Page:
In the Eichmann trial, I was the only German Christian witness to testify, and through this, I became known in America and have received many invitations. I was in the States when the incidents in Mississippi began. I preached a sermon on Sunday in Chicago during this struggle to a Negro congregation, using the text: ‘We are all one in Christ’. During the time of Hitler, I was often ashamed of being a German, as today, I am ashamed of being white. I am grateful to you, dear brother, and to all who stand with you in this fight for justice, which you are conducting in the spirit of Jesus Christ.”
Heinrich Grüber to Dr. Martin Luther King, letter, July 15, 1963
Here in Berlin, a miracle occurred—people asserted themselves, surrounded by threatening force, but borne up by the awareness that freedom is stronger. This was and continues to be more than a national task. We know that it is about freedom for all. All people, regardless of their skin color, of their faith, of their social background, of their nationality. In this spirit, we begin this Festival 1964. …
I welcome Dr. Martin Luther King, who has devoted his life to this great task with courage and determination: to further the cause of freedom and help his country, where he is struggling to achieve equality for his brothers. … I would be pleased if a message of self-confidence and hope would emanate from this place and from our festival to many peoples. Especially to the peoples of Africa as well. And over the ocean. But also into the quiet streets beyond the wall that Kennedy spoke of. To all people who strive to get past the sometimes rather narrow issues of politics and live their lives in peace and freedom and dignity.
West Berlin Mayor Willy Brandt at the opening of the city’s annual cultural festival (September 13, 1964)
Crossing the Border at Checkpoint Charlie
On 9/13/1964, Negro theologist Dr. Martin Luther King appears [at our checkpoint] … to enter [the country]. In attendance are two US citizens [first name blacked out] … and Zorn, Ralph … These two citizens state that their colleague, they did not name any names, forgot his passport in West Berlin. They now want to go to the Marienkirche for a sermon.
As Dr. King, who was not yet known at that point, was unable to prove his identity, we told him that he could not enter democratic Berlin without a passport. When the three citizens were about to go back to West Berlin, Second Lieutenant Lindemann recognized Dr. King. … Asked whether Dr. King had any other sort of passport with him, he presented a check card of the USA (similar to an identity card). …
Furthermore, Z[orn] remarked that K[ing] himself would be holding the sermon in the Marienkirche. Thereupon, the three citizens were permitted to enter after consultation with on-duty officers. All three were dispatched to the currency exchange counter. Dr. King and the others expressed their appreciation repeatedly and drove into democratic Berlin at about 19:52.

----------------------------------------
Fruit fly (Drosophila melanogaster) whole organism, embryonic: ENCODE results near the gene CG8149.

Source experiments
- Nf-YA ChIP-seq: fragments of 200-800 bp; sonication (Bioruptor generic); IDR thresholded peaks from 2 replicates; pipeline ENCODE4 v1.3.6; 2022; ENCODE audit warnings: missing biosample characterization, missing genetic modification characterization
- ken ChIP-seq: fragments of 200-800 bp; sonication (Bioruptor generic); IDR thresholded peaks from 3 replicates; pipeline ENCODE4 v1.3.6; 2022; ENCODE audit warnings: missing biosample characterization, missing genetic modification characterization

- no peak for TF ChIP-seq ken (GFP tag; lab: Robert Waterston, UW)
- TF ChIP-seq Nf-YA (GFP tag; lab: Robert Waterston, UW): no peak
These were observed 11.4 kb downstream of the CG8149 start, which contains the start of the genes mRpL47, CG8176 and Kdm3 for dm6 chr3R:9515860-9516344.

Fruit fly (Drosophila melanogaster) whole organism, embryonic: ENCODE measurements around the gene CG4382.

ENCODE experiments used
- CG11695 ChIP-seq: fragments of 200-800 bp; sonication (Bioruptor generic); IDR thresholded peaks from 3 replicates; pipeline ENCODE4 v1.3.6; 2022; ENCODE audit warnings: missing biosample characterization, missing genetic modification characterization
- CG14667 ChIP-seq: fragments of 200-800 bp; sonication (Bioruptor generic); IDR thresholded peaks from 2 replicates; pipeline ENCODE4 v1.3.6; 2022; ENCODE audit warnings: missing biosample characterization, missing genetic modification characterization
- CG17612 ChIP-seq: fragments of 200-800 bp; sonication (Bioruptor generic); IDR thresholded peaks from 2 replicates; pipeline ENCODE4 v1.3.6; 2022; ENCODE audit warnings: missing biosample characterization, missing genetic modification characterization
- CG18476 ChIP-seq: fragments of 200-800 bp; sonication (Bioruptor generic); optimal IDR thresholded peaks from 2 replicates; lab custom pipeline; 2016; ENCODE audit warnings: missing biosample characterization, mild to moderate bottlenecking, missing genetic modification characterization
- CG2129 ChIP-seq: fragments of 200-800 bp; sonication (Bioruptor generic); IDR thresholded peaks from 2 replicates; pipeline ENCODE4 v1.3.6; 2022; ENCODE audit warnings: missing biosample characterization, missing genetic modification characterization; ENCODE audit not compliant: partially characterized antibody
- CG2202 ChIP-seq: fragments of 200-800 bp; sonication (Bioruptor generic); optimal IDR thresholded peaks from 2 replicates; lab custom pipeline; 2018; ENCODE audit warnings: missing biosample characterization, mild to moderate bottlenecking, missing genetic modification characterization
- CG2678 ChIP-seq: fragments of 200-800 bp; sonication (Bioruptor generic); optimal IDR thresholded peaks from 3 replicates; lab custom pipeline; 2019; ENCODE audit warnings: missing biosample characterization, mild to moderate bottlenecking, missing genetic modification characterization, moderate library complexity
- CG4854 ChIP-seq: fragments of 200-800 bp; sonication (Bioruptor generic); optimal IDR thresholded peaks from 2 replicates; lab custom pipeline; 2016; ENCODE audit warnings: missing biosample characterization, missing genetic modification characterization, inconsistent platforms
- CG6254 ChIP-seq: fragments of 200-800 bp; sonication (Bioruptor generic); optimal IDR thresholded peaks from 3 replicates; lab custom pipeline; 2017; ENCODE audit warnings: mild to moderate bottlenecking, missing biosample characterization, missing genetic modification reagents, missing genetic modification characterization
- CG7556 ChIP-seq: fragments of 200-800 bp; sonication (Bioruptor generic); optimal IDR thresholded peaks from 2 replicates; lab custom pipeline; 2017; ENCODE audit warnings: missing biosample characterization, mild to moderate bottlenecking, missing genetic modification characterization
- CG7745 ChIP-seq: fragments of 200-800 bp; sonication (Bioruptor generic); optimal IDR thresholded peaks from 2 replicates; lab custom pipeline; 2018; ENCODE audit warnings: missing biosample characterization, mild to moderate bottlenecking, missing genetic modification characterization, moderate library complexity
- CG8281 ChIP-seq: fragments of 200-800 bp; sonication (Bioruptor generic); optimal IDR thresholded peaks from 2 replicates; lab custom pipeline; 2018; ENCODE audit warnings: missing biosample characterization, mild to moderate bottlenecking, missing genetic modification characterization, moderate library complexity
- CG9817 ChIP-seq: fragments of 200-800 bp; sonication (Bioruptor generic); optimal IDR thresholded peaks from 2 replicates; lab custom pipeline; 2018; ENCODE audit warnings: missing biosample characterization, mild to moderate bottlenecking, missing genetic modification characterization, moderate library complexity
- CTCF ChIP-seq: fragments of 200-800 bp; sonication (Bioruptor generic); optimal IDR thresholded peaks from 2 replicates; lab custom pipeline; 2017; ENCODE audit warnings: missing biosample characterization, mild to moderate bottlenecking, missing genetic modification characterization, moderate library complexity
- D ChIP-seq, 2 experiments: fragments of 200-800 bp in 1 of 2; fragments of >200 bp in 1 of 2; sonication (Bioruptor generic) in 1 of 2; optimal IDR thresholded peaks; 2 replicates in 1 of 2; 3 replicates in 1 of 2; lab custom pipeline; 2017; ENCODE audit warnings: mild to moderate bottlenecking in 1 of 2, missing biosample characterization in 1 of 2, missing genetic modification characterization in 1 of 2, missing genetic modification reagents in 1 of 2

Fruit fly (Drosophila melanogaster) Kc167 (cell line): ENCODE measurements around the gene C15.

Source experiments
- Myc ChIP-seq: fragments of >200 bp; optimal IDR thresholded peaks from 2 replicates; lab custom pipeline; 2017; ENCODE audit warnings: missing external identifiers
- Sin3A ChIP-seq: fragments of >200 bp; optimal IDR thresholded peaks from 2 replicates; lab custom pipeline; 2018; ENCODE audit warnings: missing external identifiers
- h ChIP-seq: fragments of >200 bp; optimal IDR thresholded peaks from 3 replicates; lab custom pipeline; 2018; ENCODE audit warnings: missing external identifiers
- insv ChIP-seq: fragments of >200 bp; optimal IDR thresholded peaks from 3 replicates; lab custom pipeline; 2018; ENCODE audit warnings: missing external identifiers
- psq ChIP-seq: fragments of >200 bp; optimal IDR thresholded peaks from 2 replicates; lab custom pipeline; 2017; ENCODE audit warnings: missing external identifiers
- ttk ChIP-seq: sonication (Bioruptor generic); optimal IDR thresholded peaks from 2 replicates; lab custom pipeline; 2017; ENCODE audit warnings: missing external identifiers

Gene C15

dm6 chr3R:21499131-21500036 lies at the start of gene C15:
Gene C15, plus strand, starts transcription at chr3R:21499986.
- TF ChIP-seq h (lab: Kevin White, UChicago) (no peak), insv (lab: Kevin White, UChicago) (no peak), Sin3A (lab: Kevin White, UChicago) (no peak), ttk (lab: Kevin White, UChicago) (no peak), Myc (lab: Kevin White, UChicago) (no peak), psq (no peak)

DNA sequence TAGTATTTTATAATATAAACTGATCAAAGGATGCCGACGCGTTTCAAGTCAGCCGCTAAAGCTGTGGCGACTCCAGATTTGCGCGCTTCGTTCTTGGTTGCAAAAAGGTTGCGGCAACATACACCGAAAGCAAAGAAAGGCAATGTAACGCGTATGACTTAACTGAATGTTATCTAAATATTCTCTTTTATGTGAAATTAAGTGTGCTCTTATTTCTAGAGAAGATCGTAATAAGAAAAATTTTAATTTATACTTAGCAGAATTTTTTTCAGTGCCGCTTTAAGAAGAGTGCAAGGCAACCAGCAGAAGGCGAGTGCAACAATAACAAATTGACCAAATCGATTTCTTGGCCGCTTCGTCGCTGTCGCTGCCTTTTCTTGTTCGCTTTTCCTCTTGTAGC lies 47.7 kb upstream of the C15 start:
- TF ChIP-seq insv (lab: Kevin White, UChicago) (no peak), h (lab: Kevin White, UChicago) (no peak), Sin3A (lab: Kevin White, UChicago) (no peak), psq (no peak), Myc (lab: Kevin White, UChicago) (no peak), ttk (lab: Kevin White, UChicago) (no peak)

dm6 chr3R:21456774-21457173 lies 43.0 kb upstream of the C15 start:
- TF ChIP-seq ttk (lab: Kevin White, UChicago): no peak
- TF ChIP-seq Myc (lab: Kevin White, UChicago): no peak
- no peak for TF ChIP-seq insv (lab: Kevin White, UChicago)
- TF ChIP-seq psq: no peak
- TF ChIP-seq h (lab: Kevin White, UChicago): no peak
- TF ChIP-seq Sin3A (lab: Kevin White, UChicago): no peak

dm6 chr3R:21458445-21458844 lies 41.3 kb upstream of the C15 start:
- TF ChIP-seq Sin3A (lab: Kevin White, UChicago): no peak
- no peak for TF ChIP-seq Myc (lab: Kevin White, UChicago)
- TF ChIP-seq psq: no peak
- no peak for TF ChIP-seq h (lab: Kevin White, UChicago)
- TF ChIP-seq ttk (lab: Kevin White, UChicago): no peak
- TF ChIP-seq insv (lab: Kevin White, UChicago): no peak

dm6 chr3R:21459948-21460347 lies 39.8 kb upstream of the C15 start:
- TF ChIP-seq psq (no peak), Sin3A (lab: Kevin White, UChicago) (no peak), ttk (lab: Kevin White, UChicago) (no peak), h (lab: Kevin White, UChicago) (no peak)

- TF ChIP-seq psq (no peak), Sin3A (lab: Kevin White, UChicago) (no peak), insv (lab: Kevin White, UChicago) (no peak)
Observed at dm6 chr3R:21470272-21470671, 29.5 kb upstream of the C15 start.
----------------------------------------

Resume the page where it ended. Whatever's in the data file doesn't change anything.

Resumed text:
Ministry for State Security, Main Office for Passport Control and Searches, Friedrich-/Zimmer Street, Berlin, September 13, 1964 (BSTU)
“The church is absolutely packed. … And the entire time Dr. King is speaking, you could hear a pin drop. Nobody coughed, nobody sneezed. … These people are in a kind of a prison not of their own choosing. They didn’t have any freedom to claim. And he’s talking to them about passive resistance. In other words, admitting to them, ‘you are in a situation that needs to be resisted.’ And that was radical in and of itself. The church was probably the only arena in which he could have spoken in the East and been able to say what he did.
So, he gives exactly the same speech as he gave in the West, and at some point the choir sings Go Down Moses. And it was an incredible performance. But that song ends with ‘Let my people go!’ and this place was as still as if this was a prayer that everybody in that room felt. I can’t explain the power of that moment. Everybody in that church was totally wrapped up in someone whose story they knew and who represented the shame of America and its oppression but who had the courage to resist, and ask others, in their situations, also to resist.
It was clear there was power in his message couched in very clear Christian terminology. This was a man of a faith with a profound belief in humanity and in reconciliation. He believed it, and you felt it. And it was especially clear for people who really saw no future for themselves. The Cold War was hot, and no one imagined it would ever end. For him to talk about hope in this situation was electrifying. I don’t think I’ve ever been present where all of those things that one wants to believe in and desperately hope for are given expression with such resonance. This was, however, the case for the East Berliners in that church at that moment. I was never again in a situation equal to the one I was in there in East Berlin.”
Alcyone Scott, one of Dr. King’s translators during his visit, on his sermon in St. Mary’s Church in East Berlin (Interview, June 8, 2009)
Supported by St. Mary's Church (Evangelische Kirchengemeinde St.Petri-St.Marien), Berlin, Germany